$ npm run package-aos
$ npm login
$ npm publish dist

Finally, we configure the application to use the npm module published

Install the module on alfresco-content-app

npm install adf-aos-editonline-action@2.0.1

This will produce the following entry in the package.json, on dependencies section

"adf-aos-editonline-action": "2.0.1",

Change the import in the AppModule from relative path to the module name
src/app/app.module.ts

import { AosModule } from 'adf-aos-editonline-action';

Clean the alfresco-content-app project and build it again

$ mv src/app/modules/aos ~/adf_modules
$ npm run clean
$ npm install

Note that to build the application again, we moved our module out of the application.

Some notes

* The main problem we got is the maintenance of the module. After publishing it, it’s easy to use it on any application, but in order to upgrade the module and publish new versions, the module directory needs to be inside the alfresco-content-app, otherwise ng-packagr complains. We believe our np-packagr setup needs improvement to achieve total independence from alfresco-content-app.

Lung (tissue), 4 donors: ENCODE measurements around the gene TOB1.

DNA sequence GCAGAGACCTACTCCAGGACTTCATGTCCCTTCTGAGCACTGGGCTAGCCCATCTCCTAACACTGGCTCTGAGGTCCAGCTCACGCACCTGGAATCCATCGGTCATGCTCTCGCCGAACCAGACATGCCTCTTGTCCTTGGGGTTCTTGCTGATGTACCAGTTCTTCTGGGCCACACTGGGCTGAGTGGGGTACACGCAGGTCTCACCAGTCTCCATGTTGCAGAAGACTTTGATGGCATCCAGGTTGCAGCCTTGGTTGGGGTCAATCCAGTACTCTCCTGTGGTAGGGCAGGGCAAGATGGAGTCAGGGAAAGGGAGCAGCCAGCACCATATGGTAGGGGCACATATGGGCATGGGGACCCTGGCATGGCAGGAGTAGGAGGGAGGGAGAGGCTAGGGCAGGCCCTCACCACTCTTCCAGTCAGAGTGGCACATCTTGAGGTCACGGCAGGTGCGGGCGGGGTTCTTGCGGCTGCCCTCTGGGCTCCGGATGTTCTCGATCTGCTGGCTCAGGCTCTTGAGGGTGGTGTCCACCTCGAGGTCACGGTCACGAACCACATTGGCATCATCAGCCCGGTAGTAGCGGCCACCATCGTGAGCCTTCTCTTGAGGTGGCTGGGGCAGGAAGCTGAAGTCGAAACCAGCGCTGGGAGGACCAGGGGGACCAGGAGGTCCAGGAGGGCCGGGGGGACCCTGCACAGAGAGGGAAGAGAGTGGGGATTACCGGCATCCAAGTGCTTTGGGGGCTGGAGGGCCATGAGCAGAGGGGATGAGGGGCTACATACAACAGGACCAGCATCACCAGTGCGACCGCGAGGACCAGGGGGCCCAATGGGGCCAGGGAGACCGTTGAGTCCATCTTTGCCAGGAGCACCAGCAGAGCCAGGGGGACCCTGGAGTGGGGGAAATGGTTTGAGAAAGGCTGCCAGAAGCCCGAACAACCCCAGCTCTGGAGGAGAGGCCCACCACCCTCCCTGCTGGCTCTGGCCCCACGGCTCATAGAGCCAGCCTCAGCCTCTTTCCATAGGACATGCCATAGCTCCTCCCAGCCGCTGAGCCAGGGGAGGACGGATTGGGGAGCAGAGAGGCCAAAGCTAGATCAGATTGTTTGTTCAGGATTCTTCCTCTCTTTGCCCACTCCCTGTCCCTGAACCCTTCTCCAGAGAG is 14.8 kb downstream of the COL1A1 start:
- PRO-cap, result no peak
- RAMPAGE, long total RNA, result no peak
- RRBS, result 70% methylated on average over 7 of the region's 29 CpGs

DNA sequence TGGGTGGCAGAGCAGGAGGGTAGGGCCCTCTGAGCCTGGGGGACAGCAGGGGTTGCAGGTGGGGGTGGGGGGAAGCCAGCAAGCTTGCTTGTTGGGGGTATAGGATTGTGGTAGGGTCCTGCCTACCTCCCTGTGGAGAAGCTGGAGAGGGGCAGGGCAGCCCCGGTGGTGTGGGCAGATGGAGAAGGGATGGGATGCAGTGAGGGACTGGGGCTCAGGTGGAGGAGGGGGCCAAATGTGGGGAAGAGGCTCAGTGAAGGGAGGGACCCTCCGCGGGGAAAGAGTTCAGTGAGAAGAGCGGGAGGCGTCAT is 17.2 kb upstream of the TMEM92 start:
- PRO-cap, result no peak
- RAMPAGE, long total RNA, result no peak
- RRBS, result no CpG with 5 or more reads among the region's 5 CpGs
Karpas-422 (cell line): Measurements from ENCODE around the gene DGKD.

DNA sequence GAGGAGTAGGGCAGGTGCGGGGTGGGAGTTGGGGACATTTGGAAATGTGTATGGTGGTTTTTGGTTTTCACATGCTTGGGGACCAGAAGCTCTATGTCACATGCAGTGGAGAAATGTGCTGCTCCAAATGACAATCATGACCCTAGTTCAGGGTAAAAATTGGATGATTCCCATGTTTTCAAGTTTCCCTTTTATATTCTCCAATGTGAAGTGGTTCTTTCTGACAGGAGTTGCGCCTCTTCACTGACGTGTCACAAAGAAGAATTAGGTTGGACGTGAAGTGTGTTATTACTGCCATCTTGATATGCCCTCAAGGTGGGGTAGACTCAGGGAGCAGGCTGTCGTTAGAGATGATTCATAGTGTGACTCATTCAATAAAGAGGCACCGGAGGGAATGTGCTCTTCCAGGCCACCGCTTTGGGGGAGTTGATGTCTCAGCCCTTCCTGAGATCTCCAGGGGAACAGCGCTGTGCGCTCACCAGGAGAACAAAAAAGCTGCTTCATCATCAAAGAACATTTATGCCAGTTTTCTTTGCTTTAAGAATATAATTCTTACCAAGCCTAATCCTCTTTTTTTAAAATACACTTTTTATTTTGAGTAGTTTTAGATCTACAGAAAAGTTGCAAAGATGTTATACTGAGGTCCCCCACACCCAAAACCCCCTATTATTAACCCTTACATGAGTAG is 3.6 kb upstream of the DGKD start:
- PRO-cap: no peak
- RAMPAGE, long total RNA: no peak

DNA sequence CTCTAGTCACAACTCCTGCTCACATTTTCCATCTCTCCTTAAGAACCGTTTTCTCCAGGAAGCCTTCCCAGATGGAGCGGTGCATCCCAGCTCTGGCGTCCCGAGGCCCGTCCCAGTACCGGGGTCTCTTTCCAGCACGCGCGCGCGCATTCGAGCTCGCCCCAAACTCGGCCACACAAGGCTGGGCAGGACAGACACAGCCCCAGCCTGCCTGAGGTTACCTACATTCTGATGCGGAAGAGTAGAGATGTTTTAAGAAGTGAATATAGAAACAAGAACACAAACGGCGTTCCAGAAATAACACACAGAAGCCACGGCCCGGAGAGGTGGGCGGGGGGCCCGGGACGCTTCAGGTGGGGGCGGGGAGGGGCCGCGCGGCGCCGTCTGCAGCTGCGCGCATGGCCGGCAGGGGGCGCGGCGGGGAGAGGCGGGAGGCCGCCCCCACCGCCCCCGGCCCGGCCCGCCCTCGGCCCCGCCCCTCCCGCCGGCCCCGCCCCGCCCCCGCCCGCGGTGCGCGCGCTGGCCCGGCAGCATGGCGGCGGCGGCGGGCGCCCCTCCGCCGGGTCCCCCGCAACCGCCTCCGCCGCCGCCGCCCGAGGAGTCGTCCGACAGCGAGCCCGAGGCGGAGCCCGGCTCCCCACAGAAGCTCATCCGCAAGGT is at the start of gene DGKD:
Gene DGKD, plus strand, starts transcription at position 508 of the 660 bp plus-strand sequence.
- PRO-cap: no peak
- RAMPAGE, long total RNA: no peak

* Other missing features

* Share comes with a SSO HTTP filter that has being our friend for years. Specially to integrate Alfresco based solutions on companies expecting SSO/SLO access to corporate applications. It pretty straight forward to integrate Alfresco and Share with many popular authentication mechanisms, not that much with CAS, but Ian Wright has done big efforts here to get the work done.

* Share Admin console along with javascript-console addon has done our life easier. On the other side, Alfresco admin console and Support Tools, is becoming also great.

* Share evaluators and indicators are both very good features that simplifies a lot most of the uses case implementations that we’ve faced.

* The Adding a new feature to Alfresco Content Application (ACA) project is also and example of how to deploy Alfresco based solutions on docker containers, component by component, without the installer.